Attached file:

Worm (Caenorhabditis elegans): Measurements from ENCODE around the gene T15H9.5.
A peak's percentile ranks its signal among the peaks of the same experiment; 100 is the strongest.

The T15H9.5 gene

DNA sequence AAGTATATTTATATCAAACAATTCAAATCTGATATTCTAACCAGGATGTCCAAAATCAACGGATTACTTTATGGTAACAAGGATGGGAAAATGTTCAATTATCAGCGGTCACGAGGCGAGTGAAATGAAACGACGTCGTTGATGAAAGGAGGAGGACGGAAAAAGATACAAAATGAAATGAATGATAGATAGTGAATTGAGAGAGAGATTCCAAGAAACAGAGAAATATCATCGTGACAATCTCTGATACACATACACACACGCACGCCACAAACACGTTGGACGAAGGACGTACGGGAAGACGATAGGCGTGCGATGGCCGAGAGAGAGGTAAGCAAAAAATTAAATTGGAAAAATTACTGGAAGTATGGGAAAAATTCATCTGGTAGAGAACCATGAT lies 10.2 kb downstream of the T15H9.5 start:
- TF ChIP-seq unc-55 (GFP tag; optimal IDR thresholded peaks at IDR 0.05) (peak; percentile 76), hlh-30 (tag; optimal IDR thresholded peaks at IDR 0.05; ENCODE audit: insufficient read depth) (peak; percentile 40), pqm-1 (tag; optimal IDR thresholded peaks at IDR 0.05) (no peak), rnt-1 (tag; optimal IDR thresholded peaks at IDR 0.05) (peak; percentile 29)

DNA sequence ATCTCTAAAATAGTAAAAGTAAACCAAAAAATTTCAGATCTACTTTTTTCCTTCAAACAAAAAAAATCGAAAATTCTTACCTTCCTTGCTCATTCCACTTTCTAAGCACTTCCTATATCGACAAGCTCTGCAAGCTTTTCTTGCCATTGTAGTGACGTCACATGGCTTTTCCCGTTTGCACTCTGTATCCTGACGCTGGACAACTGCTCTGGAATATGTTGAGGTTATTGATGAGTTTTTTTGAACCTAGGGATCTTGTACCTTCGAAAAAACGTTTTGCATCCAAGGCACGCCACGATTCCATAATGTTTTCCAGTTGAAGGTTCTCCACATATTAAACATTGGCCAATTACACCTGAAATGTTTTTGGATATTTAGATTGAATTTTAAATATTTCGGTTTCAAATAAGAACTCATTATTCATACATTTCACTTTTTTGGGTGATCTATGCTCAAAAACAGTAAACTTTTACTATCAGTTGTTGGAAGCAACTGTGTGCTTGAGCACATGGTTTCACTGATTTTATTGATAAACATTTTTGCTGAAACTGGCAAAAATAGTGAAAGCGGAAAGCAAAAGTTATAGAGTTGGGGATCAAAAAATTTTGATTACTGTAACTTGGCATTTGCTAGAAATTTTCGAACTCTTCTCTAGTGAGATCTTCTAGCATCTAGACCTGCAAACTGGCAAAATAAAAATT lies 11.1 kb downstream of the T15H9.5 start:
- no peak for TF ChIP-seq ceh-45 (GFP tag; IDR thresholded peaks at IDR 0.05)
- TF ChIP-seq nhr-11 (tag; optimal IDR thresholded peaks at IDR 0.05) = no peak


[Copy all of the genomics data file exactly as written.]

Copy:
Worm (Caenorhabditis elegans): Measurements from ENCODE around the gene T15H9.5.
A peak's percentile ranks its signal among the peaks of the same experiment; 100 is the strongest.

The T15H9.5 gene

DNA sequence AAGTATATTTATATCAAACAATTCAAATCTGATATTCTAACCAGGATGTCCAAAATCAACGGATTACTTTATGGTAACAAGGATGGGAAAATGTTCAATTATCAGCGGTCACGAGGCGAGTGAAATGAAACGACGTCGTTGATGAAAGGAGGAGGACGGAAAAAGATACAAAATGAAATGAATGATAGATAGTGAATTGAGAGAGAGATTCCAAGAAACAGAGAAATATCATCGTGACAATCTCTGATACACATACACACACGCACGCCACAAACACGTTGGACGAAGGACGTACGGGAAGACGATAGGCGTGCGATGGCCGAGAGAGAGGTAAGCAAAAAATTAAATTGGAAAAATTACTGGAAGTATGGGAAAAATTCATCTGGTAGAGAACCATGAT lies 10.2 kb downstream of the T15H9.5 start:
- TF ChIP-seq unc-55 (GFP tag; optimal IDR thresholded peaks at IDR 0.05) (peak; percentile 76), hlh-30 (tag; optimal IDR thresholded peaks at IDR 0.05; ENCODE audit: insufficient read depth) (peak; percentile 40), pqm-1 (tag; optimal IDR thresholded peaks at IDR 0.05) (no peak), rnt-1 (tag; optimal IDR thresholded peaks at IDR 0.05) (peak; percentile 29)

DNA sequence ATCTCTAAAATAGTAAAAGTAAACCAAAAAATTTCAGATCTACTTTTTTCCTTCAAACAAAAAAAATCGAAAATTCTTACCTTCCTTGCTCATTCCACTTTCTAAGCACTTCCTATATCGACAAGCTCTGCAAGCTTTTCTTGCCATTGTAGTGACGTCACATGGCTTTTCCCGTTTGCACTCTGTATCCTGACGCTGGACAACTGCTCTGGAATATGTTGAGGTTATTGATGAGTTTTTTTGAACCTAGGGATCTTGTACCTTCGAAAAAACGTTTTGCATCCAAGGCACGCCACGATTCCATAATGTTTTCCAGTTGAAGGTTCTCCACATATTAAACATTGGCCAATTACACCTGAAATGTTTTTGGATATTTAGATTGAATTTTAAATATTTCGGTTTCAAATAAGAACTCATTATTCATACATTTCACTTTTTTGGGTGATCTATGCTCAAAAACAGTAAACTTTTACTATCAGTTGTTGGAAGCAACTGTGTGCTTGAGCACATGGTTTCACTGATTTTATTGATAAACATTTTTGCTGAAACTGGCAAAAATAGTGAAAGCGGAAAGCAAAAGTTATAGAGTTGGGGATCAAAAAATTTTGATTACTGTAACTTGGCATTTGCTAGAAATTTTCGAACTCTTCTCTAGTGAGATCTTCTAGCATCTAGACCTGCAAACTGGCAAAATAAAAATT lies 11.1 kb downstream of the T15H9.5 start:
- no peak for TF ChIP-seq ceh-45 (GFP tag; IDR thresholded peaks at IDR 0.05)
- TF ChIP-seq nhr-11 (tag; optimal IDR thresholded peaks at IDR 0.05) = no peak